Here's a scenario. Let's say you have a friendship with another faction and they like you, so when you do a mission for them you will have, for example, 7 negotiation points. These points can be spread out or focused depending on what rewards you want. So, when you are in the mission screen you will be able to increase the value of each of the factors (cash payout, salvage shares, insurance, or bombing run). Let's say cash payout has 0/4, salvage is 0/4, insurance is 0/3, and bombing support is 0/1. With 7 points you can do things like a max payout and full insurance or do 2/4 for both payout and salvage shares and full insurance, or any combination of how you want to play.

You may be thinking why salvage shares? Well, when your weaponry gets destroyed, where do you think you find replacement weapons? From the battlefield and market. However, some weapons can run in excess of 400,000 credits so when you're only getting a payout of maybe 1.2 million, to sink 400k of that into replacing one weapon can be a tremendous setback for your resources. This is why salvage shares will allow you to pick weapons from the battlefield to stockpile for when you need them. Not only can you get weapons from the battlefield but you can also get enemy mechs as well. Mechs, you destroy on the battlefield can be reclaimed as salvage. This is especially valuable when you take into consideration that purchasing some mechs can cost well over 4 million credits and a lot higher. To get them for free from salvage allows you the option to either sell the mech outright and get what you can from it (think of this like a bonus payout), or you can repair the mech completely and replace all the weapons on it and then either sell it or use it.


You do have a limited amount of space that you can store your mechs, but should you need extra room you have the option to put a mech into cold storage which will strip it of its armor and weapons and put it in a holding section. It won't be counted as your inventory but will be available if you wish to use it. The reason I just went through the incredibly long description is because should you be in a conflict/enemy zone rather than your own, the repair work will cost more and take longer to complete. Normally you can expect anywhere between 10-40% increase depending on where you are and the faction's respect for you.

All of this deals directly with the single player campaign where you can dive through the story missions and explore vast areas of space. I should point out here that the further you travel in your jumps, the more money it costs you as well. It's not uncommon to sink over 900k into a long flight, so make sure that you have enough cash in reserves. One point I need to touch on is the cantina. As you level up, you'll gain access to the cantina and its missions. Here you will have the ability to complete various side objectives to earn upgrades for your mech and reputation increases. You can unlock things like an increase to your energy weapon damage, heat reduction, weapon range extension and much more. These cantina missions can vary as well from collecting so many of a particular type of weapon, to killing a certain number of "X" type of mechs, etc. and are critical for improving your mechs for the latter missions in the game.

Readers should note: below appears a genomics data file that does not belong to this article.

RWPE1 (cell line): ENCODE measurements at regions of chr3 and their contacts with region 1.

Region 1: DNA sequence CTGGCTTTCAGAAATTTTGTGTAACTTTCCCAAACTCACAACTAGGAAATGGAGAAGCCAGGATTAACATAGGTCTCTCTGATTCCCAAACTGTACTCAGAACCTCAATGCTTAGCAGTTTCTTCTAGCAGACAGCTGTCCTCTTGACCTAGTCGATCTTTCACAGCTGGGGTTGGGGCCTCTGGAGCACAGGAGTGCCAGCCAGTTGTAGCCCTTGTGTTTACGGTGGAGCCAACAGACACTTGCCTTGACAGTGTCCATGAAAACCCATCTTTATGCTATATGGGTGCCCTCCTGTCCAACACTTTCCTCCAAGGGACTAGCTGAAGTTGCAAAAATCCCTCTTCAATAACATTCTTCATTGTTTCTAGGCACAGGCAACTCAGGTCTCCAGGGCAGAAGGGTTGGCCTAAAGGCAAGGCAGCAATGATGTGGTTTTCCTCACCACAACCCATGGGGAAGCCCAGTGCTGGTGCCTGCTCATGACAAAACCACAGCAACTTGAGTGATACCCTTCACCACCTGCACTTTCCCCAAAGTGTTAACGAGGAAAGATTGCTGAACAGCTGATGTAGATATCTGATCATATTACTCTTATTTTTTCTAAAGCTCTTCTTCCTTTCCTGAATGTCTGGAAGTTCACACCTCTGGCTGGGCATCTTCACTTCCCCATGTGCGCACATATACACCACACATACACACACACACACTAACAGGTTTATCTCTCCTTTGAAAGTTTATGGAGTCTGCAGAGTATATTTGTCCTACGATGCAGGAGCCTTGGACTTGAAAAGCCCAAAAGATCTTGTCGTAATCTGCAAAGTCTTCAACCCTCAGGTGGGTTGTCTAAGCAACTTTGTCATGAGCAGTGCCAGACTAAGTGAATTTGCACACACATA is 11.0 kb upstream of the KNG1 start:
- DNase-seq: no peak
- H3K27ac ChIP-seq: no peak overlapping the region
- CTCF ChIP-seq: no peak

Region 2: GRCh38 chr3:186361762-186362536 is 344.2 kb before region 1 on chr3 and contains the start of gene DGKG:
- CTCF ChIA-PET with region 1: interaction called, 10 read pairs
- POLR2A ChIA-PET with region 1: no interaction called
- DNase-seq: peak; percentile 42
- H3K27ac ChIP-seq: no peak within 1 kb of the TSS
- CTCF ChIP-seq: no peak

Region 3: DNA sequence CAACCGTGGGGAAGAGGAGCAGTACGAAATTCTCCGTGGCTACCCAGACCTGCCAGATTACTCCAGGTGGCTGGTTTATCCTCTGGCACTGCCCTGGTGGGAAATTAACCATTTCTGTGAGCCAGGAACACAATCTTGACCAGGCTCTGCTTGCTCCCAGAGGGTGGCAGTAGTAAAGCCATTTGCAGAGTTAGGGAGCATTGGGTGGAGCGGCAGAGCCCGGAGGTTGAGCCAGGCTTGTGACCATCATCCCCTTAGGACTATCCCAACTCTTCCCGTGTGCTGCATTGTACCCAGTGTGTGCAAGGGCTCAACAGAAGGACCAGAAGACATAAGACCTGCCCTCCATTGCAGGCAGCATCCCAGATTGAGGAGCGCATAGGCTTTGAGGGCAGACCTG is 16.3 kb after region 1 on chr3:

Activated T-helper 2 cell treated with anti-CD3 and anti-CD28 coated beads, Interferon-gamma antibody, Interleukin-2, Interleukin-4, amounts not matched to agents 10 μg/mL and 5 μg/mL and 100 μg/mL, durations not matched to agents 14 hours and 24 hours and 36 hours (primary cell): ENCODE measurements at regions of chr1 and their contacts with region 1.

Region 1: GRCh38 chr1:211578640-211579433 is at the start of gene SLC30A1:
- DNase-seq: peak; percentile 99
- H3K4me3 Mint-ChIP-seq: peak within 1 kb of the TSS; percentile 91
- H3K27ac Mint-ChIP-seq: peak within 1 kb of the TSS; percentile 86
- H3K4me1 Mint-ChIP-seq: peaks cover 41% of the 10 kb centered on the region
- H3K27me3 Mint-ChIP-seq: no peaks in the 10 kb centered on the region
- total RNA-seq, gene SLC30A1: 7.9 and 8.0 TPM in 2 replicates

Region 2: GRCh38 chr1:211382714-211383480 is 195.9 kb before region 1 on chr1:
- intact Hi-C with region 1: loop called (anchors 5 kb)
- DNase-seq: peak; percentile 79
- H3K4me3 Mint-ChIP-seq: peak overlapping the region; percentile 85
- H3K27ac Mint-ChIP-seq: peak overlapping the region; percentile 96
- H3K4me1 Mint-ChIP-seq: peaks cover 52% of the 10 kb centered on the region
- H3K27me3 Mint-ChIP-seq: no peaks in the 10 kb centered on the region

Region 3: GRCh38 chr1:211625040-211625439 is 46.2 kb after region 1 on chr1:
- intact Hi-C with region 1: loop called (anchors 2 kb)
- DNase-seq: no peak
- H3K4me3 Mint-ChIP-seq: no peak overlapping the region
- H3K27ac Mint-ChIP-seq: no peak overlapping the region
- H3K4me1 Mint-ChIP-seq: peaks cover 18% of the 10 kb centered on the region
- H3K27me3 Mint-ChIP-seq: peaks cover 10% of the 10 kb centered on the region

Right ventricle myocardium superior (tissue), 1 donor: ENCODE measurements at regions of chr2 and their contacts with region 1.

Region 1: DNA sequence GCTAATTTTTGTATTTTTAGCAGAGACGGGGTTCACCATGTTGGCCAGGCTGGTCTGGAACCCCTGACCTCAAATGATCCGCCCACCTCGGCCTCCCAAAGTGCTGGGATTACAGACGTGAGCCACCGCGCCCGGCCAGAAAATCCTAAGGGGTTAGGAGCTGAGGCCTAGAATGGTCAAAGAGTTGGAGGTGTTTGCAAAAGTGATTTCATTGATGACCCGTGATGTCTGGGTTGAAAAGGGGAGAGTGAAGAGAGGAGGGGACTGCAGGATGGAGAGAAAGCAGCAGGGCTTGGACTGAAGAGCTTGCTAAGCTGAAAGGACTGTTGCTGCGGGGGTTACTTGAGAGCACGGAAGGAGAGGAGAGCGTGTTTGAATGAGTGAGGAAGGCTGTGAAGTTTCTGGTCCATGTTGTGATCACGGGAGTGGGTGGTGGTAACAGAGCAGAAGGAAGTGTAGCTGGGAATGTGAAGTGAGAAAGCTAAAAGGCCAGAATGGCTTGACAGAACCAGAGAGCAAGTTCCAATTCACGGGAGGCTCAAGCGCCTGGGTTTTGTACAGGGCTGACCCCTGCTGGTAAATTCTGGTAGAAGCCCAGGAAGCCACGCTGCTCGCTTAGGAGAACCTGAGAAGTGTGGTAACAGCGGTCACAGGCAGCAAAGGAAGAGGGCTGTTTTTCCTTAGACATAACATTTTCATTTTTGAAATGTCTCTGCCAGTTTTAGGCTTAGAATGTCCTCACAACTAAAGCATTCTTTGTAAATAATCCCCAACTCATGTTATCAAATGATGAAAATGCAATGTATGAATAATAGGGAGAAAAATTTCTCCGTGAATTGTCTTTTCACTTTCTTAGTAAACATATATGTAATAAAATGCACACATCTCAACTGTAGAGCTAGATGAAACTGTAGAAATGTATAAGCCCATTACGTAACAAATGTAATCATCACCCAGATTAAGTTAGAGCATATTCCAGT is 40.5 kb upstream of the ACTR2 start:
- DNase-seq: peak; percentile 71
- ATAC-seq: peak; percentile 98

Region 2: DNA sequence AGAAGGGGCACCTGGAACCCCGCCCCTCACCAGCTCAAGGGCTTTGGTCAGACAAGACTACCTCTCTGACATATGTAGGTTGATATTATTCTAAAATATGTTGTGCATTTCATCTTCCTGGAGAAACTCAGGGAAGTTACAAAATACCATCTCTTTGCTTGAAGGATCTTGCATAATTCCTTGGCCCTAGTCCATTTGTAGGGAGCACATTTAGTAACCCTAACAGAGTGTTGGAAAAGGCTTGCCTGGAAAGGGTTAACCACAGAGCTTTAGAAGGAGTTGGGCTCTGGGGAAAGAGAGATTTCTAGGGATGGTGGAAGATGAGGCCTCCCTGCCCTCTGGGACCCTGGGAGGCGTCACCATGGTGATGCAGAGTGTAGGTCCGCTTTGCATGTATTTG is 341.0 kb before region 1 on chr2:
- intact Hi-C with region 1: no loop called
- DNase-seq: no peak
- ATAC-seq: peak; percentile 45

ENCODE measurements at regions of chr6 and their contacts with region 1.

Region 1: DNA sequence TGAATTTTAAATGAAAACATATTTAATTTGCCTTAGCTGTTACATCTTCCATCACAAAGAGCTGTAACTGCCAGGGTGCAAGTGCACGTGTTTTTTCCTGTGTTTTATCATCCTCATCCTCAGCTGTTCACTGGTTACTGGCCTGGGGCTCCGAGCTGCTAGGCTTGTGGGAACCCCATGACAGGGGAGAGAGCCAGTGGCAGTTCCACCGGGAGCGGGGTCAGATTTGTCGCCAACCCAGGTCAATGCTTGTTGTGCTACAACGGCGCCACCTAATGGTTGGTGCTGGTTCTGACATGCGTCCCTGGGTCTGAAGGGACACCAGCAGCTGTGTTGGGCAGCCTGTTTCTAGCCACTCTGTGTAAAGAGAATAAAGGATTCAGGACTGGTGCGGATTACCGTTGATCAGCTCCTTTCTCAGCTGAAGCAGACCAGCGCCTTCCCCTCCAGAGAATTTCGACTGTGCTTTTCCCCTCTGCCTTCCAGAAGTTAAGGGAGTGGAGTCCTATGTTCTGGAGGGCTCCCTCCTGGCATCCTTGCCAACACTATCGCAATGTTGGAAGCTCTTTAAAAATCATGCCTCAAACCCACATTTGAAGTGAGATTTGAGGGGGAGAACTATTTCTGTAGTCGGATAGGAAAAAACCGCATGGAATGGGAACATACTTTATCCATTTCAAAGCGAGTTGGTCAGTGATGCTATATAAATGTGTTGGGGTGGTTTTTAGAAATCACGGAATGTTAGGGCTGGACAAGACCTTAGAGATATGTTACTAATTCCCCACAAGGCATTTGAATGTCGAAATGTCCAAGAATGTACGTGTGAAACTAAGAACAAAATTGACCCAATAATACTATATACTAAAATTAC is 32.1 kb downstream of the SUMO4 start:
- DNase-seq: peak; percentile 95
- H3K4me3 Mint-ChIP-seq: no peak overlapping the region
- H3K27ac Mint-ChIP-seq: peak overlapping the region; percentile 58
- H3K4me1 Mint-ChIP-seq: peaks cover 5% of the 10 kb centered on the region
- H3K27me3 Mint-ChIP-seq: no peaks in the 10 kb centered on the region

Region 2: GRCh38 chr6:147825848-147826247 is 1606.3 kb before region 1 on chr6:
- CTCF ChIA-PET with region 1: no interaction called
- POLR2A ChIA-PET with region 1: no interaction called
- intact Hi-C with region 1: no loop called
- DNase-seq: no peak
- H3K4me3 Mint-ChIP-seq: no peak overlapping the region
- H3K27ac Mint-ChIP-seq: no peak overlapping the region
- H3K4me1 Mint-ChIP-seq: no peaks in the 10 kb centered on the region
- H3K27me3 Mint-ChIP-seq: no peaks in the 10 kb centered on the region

As you may have noticed though, in the beginning, I mentioned this is a port of a PC game that came out two years ago. There are still issues with it such as notifications when you have human teammates that they can hit "Tab" and other computer key combinations. This is minor in scale but is a lazy oversight and shouldn't even exist to begin with. Other issues as well would be that the lands and map layouts feel recycled with slight alterations to map layouts and level design. One of the biggest learning curves though, by a mile, would be movement. Mechwarrior 5: Mercenaries utilizes a two-stage movement where one stick controls your legs and the other controls your torso. While those familiar with mech games will take a fair amount of time to acclimate themselves to the controls, for someone just starting out though, the experience will be a bit frustrating.

Learning how to manipulate both parts of the mech is going to either determine your victory or send you to the scrap heap, so to help me I spent a lot of time in the opening areas trying to do weaker missions but allow me to practice maneuvering in low combat threat conditions while managing a party. The game itself does do a good job bringing to life the scale of these massive machines, but the overall graphic detail of the game is something you would have marveled over seven years ago. While the graphics may not be all that impressive, the audio is clearly lacking as well. Poor voice acting and a soundtrack that isn't dynamic or memorable leaves you focused on the combat in order to maintain interest and that is few and far between when you take into account how much managing you will be doing in this game.

Despite all of this, Mechwarrior 5: Mercenaries is a game that I love to fire up, sink some hours into and call it a day. Yes, the graphics aren't up to par, the AI is bad, the port at times tells you to input PC commands and there's so little combat that the game turns into a managing resources simulator. Regardless of all this, Piranha Games delivers an enjoyable single player mech experience that will keep you playing for many months to come. If you're a fan of mech games, then this should definitely be on your radar.

**MechWarrior 5: Mercenaries was provided by the publisher and reviewed on an Xbox Series X**




Overall: 7.0 / 10
Gameplay: 7.0 / 10
Visuals: 7.0 / 10
Sound: 7.0 / 10